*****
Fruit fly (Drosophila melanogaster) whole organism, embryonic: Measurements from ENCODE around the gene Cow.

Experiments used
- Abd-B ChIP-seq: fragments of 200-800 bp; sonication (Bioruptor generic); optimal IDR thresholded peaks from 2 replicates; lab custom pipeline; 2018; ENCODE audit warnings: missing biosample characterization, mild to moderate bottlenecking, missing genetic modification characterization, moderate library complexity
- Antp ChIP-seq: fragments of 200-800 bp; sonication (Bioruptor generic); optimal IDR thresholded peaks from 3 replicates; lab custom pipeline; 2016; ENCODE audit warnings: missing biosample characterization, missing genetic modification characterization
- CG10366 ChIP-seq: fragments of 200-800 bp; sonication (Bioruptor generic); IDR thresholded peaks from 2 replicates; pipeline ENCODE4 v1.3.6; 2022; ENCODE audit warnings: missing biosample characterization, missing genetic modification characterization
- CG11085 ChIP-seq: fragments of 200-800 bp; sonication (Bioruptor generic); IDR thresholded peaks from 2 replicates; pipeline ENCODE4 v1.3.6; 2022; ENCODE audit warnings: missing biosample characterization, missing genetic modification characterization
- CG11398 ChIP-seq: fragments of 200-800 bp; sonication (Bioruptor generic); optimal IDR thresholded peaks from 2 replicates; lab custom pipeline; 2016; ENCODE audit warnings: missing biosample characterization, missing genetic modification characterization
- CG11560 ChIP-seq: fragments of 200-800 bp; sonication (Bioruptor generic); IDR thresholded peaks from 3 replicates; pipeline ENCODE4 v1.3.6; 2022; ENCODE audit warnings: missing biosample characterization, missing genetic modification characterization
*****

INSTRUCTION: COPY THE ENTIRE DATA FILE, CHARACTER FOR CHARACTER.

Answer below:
Fruit fly (Drosophila melanogaster) whole organism, embryonic: Measurements from ENCODE around the gene Cow.

Experiments used
- Abd-B ChIP-seq: fragments of 200-800 bp; sonication (Bioruptor generic); optimal IDR thresholded peaks from 2 replicates; lab custom pipeline; 2018; ENCODE audit warnings: missing biosample characterization, mild to moderate bottlenecking, missing genetic modification characterization, moderate library complexity
- Antp ChIP-seq: fragments of 200-800 bp; sonication (Bioruptor generic); optimal IDR thresholded peaks from 3 replicates; lab custom pipeline; 2016; ENCODE audit warnings: missing biosample characterization, missing genetic modification characterization
- CG10366 ChIP-seq: fragments of 200-800 bp; sonication (Bioruptor generic); IDR thresholded peaks from 2 replicates; pipeline ENCODE4 v1.3.6; 2022; ENCODE audit warnings: missing biosample characterization, missing genetic modification characterization
- CG11085 ChIP-seq: fragments of 200-800 bp; sonication (Bioruptor generic); IDR thresholded peaks from 2 replicates; pipeline ENCODE4 v1.3.6; 2022; ENCODE audit warnings: missing biosample characterization, missing genetic modification characterization
- CG11398 ChIP-seq: fragments of 200-800 bp; sonication (Bioruptor generic); optimal IDR thresholded peaks from 2 replicates; lab custom pipeline; 2016; ENCODE audit warnings: missing biosample characterization, missing genetic modification characterization
- CG11560 ChIP-seq: fragments of 200-800 bp; sonication (Bioruptor generic); IDR thresholded peaks from 3 replicates; pipeline ENCODE4 v1.3.6; 2022; ENCODE audit warnings: missing biosample characterization, missing genetic modification characterization